Bonwick told his audience that the company had reached agreement with BHP Billiton LId to purchase ground immediately north of the Long Complex where it has found lots of mineralised extensions. Exploration drilling had retumed intersections of 3.43m @ 4.5% nickel. At Gibb South, also in the Long project area, intersections nickel. had included 4.41m @ 16.2%
Bonwick said Independence had budgeted $4.3m for exploration in 2005/06 for its seven nickel, eight gold and one copper prospect. In addition to ongoing exploration and production from the Long project, Independence was in the Lake Lefroy JV in the Kambalda Field. The company's other nickel projects are in the north-eastern Goldfields where it is involved in the Irwin, Yandal, and Duketon JVs north-west of Windarra. Summing up, Bonwick said Independence's goals were to increase shareholder wealth by becoming a highly profitable, mid-cap, multicommodity company with growth through exploration and possible acquisition. - Allan Francis
increased by 25% (after taking 2004/05 production into account) to 49,370t contained nickel.
Ambitious newcomer casts wide net
he company which floated on the back of the nickel assets of Croesus Mining NL finds itself in a strong cash position to further
its vision of becoming an independent minerai producer through exploration sition. and acqui-
tual play in Victoria." Subsequent to listing in late 2003, Nickel Australia has picked up prospects at Killaloe, Maggie Hayes South and the Bounty area. At the Monarch project at Norseman, nickel-copper-platinum mineralisation is hosted in the Mission Sill, a layered mafic-ultramafic intrusion with overall dimensions of at least five by one kilometres. Norseman also contains the relatively untested Mt Thirsty mafic-ultramafic intrusion. "There is a large open nickel-copper-platinum anomaly at Monarch and we have been very encouraged by the first-pass wide-spaced drilling programme. At Davyhurst, north-west of Kalgoorlie, Manouge said the project was considered to be a significant greenfields nickel sulphide play which hosts four main ultramafic belts and was relatively unexplored for nickel due to the historical focus on gold. "We have only just gone in there looking at two priority electromagnetic targets and we've been encouraged by the initial attack of firstPat Manouge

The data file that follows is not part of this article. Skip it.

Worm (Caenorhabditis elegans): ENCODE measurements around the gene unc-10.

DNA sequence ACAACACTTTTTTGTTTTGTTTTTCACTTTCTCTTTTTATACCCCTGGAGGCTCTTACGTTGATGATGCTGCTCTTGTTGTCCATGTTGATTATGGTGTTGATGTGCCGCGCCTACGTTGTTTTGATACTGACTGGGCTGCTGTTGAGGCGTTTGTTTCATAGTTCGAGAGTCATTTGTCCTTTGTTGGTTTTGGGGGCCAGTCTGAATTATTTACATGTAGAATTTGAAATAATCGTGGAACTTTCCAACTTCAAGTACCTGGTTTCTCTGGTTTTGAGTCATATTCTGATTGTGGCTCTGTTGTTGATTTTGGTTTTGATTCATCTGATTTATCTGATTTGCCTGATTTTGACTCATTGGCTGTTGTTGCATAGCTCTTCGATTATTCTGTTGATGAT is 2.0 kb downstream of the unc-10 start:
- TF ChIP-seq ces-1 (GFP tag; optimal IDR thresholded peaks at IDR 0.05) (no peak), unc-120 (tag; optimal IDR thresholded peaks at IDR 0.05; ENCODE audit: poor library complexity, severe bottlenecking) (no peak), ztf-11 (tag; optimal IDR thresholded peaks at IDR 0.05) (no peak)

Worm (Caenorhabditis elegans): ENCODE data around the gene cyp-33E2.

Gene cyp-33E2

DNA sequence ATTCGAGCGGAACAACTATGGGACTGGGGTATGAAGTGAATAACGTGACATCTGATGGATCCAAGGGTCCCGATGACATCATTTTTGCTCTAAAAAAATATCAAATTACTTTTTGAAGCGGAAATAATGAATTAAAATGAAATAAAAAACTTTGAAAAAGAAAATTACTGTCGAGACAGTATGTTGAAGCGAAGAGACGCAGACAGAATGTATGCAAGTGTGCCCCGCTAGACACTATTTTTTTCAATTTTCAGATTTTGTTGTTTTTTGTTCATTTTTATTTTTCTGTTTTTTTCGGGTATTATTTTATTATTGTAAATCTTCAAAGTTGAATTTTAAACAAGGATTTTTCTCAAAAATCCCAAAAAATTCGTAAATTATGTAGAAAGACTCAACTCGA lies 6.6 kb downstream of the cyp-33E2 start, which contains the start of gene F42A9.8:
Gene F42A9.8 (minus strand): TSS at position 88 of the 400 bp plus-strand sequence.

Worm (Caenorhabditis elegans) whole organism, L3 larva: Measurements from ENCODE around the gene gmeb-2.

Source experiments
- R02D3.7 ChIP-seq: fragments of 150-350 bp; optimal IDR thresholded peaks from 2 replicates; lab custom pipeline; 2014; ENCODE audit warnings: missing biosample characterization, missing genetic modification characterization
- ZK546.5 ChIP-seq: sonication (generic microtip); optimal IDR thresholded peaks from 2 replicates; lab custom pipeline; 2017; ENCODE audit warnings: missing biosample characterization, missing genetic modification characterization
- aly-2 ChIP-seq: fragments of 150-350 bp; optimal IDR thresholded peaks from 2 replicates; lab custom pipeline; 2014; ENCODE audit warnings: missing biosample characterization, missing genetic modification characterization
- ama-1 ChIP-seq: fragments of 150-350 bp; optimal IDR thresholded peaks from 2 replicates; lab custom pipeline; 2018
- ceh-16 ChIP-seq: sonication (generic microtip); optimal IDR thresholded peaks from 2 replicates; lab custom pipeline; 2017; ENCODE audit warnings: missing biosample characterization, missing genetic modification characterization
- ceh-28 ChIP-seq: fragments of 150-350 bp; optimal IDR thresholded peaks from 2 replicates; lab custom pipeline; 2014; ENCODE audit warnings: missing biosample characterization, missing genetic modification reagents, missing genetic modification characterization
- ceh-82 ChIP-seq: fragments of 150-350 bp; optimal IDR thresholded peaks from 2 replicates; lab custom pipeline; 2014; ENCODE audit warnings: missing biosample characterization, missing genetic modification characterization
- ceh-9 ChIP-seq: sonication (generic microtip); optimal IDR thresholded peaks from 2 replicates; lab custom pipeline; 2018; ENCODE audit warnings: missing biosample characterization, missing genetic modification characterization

pass aircore drilling," Manouge said. Nickel Australia has established a significant landholding in the well endowed, high-grade Bounty nickel province which the company considered under-explored. The project contains three ultramafic belts with a combined strike of about 30km. "There is no reason why there shouldn't be massive sulphides there. Nickel sulphides have been confirmed by historical, and our, drilling." The company's 13 Mexican projects cover more than 6,OOOsq km of the Arizona-Sonora Porphyry Belt in a major mineral province hosting substantial precious and base metal deposits prospective for a range of deposit styles and sizes. Nickel Australia has a JV with Geoformatics Exploration Inc and has access to a pipeline of projects through Geoformatics' alliance with Rio Tinto Ltd subsidiary Kennecott Exploration Inc. - Doug Wilkinson

Nickel Australia Ltd is focused on intensive field exploration and Pat Manouge, exploration manager, told the Australian Nickel Conference that though the company's vision was the same as most companies it was in a good position to further its goals. "We have already spent a lot of money on exploration and have a good cash position," Manouge said. "Nickel Australia has a two-pronged attack on exploration - nickel sulphides, gold and copper in Australia and copper, gold and silver in Mexico - with a good portfolio of high quality exploration properties and a strong exploration budget." The company has eight nickel sulphide projects in Westem Australia and 13 copper, gold and silver projects in Mexico and set its 2005 exploration budget at $2.5 million. "We are actively pursuing further nickel sulphide projects and 75% of the budget is spent on nickel sulphides," Manouge said. "We also have an application on a concep-